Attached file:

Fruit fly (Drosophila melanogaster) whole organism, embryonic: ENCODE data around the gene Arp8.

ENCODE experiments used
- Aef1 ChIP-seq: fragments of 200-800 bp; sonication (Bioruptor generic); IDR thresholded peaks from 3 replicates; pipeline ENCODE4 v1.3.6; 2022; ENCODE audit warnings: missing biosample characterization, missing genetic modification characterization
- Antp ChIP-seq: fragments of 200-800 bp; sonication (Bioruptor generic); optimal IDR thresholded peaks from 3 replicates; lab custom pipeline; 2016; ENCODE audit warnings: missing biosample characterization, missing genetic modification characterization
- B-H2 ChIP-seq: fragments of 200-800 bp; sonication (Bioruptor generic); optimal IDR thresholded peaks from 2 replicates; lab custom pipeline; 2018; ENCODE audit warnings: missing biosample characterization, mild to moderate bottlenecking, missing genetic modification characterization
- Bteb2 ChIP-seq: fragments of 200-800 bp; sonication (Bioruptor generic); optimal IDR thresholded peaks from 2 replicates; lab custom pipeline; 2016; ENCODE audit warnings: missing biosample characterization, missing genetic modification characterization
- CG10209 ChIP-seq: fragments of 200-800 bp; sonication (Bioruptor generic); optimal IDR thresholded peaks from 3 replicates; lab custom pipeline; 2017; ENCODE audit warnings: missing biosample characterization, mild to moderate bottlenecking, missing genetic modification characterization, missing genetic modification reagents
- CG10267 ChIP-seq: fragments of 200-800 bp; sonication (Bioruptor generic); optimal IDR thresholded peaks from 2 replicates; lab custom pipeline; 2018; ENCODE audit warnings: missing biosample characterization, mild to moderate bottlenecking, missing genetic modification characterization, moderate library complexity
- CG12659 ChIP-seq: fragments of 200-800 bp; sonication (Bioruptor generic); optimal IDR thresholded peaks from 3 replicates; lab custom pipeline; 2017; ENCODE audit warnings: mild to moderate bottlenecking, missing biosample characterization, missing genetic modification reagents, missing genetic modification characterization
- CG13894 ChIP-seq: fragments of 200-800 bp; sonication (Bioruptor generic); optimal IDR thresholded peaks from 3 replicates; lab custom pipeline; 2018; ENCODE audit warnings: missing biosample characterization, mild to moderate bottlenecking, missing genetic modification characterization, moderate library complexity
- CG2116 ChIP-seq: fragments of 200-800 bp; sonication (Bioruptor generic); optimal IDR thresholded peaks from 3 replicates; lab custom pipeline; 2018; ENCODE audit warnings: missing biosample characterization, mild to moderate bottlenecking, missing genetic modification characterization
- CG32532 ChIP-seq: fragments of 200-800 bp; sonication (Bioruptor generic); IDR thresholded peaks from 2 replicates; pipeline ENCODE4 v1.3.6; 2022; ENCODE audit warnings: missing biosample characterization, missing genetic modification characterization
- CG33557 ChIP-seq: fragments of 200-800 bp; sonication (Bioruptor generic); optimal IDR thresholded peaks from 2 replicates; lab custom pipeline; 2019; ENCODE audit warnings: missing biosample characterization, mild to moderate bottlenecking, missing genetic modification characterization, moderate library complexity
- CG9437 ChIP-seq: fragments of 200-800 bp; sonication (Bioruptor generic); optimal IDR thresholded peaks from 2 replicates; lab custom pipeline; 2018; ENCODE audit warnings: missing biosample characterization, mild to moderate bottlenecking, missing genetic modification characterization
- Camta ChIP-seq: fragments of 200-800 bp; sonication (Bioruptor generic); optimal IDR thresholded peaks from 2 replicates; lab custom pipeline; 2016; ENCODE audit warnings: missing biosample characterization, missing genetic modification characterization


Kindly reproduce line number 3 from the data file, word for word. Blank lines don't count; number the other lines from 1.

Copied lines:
- Aef1 ChIP-seq: fragments of 200-800 bp; sonication (Bioruptor generic); IDR thresholded peaks from 3 replicates; pipeline ENCODE4 v1.3.6; 2022; ENCODE audit warnings: missing biosample characterization, missing genetic modification characterization